Publications: 

Issues and Campaigns: 

Yes to automation, under workers' control

Author: 

Martin Thomas

Bruce Robinson replies to me on automation (Solidarity 372) that he opposes, not all automation or sidelining of traditional skills, but automation of complex and skilled processes (as in the chemical industry) and driverless vehicles.

Safety depends on union organisation as well as technology.

Publications: 

Around the world: 

Trade Unions: 

Issues and Campaigns: 

Chemical warfare in the First World War

Author: 

Les Hearn

A hundred years ago, on 22 April, poison gas was first used in warfare. Though about 95% of casualties in World War One were caused by explosives, sickness and malnutrition, there is a peculiar horror associated with the use of chemical weapons. It is also true that, apart from isolated examples, World War One was the only instance of the systematic and widespread use of gases in war.

A hundred years ago, poison gas was first used in warfare. Though about 95% of casualties in World War One were caused by explosives, sickness and malnutrition, there is a peculiar horror associated with the use of chemical weapons.

Publications: 

Issues and Campaigns: 

Automation, deskilling and safety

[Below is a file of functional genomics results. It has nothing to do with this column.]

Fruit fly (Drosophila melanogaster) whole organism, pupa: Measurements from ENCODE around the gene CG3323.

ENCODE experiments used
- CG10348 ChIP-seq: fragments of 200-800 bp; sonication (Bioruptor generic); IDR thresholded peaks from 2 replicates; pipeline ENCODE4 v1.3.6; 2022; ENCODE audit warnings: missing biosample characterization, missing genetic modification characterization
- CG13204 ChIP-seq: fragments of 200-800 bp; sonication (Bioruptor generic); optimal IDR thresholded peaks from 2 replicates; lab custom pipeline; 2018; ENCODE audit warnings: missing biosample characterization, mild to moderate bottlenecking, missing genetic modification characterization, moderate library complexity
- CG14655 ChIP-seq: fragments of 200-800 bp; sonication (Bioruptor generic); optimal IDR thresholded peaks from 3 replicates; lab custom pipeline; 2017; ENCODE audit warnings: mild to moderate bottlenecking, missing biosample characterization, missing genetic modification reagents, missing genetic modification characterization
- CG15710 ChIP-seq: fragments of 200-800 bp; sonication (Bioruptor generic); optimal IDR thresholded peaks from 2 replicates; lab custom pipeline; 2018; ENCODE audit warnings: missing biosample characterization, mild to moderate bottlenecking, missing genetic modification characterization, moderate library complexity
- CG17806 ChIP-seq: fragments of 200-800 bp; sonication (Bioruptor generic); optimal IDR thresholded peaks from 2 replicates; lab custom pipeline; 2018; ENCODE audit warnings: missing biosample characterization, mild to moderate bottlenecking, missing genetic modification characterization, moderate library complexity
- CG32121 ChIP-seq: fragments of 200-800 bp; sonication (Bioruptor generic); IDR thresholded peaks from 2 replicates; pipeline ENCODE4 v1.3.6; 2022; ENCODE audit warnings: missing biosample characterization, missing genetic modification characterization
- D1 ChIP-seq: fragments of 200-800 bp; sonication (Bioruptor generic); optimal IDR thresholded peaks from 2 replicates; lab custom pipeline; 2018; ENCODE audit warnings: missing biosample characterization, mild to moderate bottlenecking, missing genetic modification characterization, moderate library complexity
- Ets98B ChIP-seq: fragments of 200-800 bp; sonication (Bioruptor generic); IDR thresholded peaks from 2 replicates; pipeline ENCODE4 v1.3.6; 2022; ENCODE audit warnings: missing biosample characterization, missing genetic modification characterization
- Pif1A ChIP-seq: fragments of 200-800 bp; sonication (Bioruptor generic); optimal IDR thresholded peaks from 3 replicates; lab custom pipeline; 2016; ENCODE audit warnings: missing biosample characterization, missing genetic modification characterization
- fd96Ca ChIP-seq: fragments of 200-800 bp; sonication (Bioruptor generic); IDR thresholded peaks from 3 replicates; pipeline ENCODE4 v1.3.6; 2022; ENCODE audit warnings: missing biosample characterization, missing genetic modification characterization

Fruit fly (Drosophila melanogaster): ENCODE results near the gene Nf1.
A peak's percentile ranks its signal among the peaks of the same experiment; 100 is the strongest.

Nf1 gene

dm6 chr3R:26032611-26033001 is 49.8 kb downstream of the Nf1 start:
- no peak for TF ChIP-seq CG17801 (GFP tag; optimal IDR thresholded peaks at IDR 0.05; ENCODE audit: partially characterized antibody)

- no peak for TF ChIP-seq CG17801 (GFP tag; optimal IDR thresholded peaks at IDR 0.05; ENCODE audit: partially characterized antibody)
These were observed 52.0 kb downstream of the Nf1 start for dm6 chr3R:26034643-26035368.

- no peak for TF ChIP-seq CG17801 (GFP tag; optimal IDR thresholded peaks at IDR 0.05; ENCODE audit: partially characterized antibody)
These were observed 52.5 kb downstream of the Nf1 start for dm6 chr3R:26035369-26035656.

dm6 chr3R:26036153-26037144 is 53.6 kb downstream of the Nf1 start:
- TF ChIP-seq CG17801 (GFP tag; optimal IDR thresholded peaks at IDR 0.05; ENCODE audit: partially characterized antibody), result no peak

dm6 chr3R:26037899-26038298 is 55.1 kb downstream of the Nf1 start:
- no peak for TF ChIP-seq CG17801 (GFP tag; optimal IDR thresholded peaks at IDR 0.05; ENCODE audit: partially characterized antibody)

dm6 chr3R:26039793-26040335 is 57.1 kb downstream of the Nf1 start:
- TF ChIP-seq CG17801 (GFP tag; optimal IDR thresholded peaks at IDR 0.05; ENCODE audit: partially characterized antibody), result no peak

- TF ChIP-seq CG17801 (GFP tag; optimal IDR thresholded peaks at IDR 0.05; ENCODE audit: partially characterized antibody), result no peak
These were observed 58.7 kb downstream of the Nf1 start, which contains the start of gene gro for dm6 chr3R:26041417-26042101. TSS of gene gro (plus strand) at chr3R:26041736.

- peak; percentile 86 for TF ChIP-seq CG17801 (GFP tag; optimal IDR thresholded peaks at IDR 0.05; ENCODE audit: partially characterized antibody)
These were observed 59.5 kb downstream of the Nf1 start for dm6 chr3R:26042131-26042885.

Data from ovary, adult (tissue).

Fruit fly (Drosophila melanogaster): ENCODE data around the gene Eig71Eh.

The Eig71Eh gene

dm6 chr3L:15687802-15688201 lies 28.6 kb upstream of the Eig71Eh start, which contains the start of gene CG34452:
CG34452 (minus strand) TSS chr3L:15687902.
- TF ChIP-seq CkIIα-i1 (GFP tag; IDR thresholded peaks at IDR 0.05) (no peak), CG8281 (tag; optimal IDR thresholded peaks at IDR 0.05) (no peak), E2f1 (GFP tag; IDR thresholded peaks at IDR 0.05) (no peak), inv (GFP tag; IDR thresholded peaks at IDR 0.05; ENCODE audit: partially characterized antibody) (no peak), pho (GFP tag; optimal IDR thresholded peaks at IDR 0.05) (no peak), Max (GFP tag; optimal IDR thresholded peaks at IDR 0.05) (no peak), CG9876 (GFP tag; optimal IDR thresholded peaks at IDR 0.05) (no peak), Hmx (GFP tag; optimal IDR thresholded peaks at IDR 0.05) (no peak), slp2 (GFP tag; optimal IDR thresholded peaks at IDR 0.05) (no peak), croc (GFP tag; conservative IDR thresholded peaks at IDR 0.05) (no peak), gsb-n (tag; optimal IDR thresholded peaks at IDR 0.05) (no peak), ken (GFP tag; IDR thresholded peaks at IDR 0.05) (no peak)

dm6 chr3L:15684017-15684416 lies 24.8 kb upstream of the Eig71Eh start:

Author: 

Bruce Robinson

Martin Thomas’ criticisms of my review of Nicholas Carr’s book on automation (Solidarity 370) focus on two related issues: the deskilling effects of automation and my rejection of the full automation of safety-critical systems through e.g. driverless cars or pilotless planes. On deskilling, I think there is one misunderstanding and one difference.

Even the most highly automated tasks require scope for human intervention or override.

Publications: 

Issues and Campaigns: 

A workerful world

Author: 

Martin Thomas

Eighty-four years ago, John Maynard Keynes wrote: “The increase of technical efficiency has been taking place faster than we can deal with the problem of labour absorption”, and predicted that that generation’s grandchildren (that is, the “baby boom” generation now in their sixties) would work only three hours a day.

Twenty years ago Jeremy Rifkin published a book entitled “The End of Work”, and predicting “a near-workerless world”.

Driverless cars and autopiloted planes are an advance, not a step backwards.

Issues and Campaigns: 

Marxist Theory and History: 

Publications: 

Another automation is possible

A review of The Glass Cage: Where Automation is Taking Us by Nicholas Carr.

Automation is everywhere. From robots on production lines to the cockpits of planes; from automated market trading to highly skilled medical diagnosis via a whole range of blue and white collar occupations, few jobs seem to be immune to the replacement of human, living labour by computerised systems.

One report has recently predicted that as much as 47% of US employment is at risk. This is not just futuristic hype: the US has just gone through a “jobless recovery” from the 2008 crisis.

Issues and Campaigns: 

Culture and Reviews: 

Trade Unions: 

Publications: 

Pages